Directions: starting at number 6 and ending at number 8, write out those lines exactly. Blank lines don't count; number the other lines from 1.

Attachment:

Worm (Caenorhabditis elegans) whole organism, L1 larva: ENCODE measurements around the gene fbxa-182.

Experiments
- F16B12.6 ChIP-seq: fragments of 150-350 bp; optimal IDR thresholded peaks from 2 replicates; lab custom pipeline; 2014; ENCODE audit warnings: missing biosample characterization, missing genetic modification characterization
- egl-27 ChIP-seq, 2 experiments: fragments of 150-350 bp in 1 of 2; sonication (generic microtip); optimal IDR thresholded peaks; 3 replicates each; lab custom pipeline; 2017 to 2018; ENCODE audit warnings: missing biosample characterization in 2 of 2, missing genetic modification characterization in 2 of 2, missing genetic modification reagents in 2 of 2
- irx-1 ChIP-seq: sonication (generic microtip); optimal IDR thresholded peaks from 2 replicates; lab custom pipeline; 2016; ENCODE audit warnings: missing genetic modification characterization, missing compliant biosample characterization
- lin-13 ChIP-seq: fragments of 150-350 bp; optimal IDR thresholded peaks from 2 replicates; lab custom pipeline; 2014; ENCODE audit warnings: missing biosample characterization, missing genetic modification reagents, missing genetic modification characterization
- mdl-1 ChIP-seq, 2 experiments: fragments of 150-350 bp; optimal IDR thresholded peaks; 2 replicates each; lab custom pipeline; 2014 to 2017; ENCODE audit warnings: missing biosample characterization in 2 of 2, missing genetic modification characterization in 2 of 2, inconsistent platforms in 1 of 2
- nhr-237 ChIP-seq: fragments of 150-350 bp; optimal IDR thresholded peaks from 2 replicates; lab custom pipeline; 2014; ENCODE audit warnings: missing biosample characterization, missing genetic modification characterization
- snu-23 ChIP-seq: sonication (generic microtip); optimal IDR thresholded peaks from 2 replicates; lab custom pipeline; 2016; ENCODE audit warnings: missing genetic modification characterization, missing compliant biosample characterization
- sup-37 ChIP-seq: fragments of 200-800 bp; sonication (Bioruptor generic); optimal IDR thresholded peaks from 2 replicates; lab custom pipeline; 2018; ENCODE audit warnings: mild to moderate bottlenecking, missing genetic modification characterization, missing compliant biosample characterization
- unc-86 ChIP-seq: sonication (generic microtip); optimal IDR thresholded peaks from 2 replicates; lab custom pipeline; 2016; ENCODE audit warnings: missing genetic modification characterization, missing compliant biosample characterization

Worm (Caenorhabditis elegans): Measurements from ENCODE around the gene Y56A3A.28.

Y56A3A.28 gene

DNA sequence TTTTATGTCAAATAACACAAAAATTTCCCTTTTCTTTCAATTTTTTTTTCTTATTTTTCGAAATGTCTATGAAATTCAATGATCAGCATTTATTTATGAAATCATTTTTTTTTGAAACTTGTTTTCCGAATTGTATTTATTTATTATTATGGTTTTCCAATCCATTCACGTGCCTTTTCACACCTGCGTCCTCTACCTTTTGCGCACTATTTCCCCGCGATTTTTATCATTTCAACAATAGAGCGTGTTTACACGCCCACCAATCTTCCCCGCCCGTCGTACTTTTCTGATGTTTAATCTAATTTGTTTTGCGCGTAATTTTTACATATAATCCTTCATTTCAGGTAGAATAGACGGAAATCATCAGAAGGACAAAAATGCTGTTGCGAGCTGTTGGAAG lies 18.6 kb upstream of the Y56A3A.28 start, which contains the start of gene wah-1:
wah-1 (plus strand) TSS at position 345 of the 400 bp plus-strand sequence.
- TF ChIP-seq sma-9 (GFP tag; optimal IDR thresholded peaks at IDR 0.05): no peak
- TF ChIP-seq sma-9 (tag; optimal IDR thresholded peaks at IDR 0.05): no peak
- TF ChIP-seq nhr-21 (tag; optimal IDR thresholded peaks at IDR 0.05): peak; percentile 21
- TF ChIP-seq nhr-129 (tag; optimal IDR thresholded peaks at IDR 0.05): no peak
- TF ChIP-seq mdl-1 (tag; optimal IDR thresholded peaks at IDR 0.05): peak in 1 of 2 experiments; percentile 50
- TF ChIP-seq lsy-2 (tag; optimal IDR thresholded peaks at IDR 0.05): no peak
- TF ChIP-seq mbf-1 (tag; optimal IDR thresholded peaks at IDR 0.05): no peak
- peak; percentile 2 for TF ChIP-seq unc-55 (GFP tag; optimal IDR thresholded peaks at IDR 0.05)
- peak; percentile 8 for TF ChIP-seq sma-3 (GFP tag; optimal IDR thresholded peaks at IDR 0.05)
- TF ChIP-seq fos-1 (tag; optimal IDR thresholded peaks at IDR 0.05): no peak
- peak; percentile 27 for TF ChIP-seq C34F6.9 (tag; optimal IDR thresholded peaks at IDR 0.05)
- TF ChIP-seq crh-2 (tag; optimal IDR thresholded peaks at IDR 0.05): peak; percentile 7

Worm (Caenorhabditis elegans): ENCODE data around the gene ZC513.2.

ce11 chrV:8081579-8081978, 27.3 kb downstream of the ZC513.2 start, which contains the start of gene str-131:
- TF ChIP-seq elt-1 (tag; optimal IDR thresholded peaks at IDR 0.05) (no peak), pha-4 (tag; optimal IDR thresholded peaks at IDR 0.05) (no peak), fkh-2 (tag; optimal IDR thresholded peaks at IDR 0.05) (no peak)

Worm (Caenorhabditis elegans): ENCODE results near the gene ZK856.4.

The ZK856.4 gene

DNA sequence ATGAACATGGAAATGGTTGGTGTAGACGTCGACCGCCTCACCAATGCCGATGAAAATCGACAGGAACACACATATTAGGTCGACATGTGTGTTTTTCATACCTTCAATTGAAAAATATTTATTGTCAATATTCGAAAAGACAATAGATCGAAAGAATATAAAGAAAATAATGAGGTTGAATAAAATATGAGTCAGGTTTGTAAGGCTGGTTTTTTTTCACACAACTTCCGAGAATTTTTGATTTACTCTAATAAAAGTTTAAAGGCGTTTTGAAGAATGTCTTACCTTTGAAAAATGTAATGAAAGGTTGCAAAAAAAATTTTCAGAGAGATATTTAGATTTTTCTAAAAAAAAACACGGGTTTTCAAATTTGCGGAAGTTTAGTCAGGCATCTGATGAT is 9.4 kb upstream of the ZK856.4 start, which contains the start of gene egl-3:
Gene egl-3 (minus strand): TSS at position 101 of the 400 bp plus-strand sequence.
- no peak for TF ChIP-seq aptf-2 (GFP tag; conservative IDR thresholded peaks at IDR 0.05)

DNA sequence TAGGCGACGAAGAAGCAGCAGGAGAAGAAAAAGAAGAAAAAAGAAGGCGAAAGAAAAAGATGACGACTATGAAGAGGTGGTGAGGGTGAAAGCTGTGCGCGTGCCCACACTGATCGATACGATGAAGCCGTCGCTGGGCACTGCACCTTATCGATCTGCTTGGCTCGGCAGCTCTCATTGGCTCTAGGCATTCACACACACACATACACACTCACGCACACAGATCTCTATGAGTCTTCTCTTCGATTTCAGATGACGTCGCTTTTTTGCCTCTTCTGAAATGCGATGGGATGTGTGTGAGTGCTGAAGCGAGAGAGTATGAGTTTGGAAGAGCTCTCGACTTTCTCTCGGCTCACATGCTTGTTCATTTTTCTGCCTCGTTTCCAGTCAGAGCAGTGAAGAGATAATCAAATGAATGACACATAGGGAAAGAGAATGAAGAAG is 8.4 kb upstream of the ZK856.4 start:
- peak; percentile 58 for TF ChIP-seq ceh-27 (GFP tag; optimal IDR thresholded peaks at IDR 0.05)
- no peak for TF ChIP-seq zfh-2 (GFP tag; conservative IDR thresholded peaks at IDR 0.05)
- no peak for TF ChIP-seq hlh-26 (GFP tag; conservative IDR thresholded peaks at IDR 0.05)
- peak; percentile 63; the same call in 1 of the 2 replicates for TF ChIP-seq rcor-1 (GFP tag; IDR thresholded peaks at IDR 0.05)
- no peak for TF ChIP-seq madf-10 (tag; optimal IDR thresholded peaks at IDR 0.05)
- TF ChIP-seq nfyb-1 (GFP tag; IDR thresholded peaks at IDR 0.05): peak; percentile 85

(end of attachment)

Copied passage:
- lin-13 ChIP-seq: fragments of 150-350 bp; optimal IDR thresholded peaks from 2 replicates; lab custom pipeline; 2014; ENCODE audit warnings: missing biosample characterization, missing genetic modification reagents, missing genetic modification characterization
- mdl-1 ChIP-seq, 2 experiments: fragments of 150-350 bp; optimal IDR thresholded peaks; 2 replicates each; lab custom pipeline; 2014 to 2017; ENCODE audit warnings: missing biosample characterization in 2 of 2, missing genetic modification characterization in 2 of 2, inconsistent platforms in 1 of 2
- nhr-237 ChIP-seq: fragments of 150-350 bp; optimal IDR thresholded peaks from 2 replicates; lab custom pipeline; 2014; ENCODE audit warnings: missing biosample characterization, missing genetic modification characterization